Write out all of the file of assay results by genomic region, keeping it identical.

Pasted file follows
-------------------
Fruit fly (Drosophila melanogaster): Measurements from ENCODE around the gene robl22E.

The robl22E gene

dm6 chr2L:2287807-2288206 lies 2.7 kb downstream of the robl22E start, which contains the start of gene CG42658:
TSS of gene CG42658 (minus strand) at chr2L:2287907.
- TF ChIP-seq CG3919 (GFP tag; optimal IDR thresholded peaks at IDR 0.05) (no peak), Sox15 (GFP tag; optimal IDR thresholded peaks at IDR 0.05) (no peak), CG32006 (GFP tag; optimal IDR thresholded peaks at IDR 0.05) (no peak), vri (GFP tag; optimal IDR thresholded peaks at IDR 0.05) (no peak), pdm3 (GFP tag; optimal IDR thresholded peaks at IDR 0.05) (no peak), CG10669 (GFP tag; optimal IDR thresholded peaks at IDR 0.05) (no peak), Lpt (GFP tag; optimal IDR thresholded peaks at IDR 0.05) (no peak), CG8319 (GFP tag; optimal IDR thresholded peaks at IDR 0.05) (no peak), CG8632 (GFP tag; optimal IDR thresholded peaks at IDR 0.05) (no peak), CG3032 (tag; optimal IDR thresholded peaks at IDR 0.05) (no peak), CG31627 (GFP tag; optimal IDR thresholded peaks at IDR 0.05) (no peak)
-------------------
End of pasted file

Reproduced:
Fruit fly (Drosophila melanogaster): Measurements from ENCODE around the gene robl22E.

The robl22E gene

dm6 chr2L:2287807-2288206 lies 2.7 kb downstream of the robl22E start, which contains the start of gene CG42658:
TSS of gene CG42658 (minus strand) at chr2L:2287907.
- TF ChIP-seq CG3919 (GFP tag; optimal IDR thresholded peaks at IDR 0.05) (no peak), Sox15 (GFP tag; optimal IDR thresholded peaks at IDR 0.05) (no peak), CG32006 (GFP tag; optimal IDR thresholded peaks at IDR 0.05) (no peak), vri (GFP tag; optimal IDR thresholded peaks at IDR 0.05) (no peak), pdm3 (GFP tag; optimal IDR thresholded peaks at IDR 0.05) (no peak), CG10669 (GFP tag; optimal IDR thresholded peaks at IDR 0.05) (no peak), Lpt (GFP tag; optimal IDR thresholded peaks at IDR 0.05) (no peak), CG8319 (GFP tag; optimal IDR thresholded peaks at IDR 0.05) (no peak), CG8632 (GFP tag; optimal IDR thresholded peaks at IDR 0.05) (no peak), CG3032 (tag; optimal IDR thresholded peaks at IDR 0.05) (no peak), CG31627 (GFP tag; optimal IDR thresholded peaks at IDR 0.05) (no peak)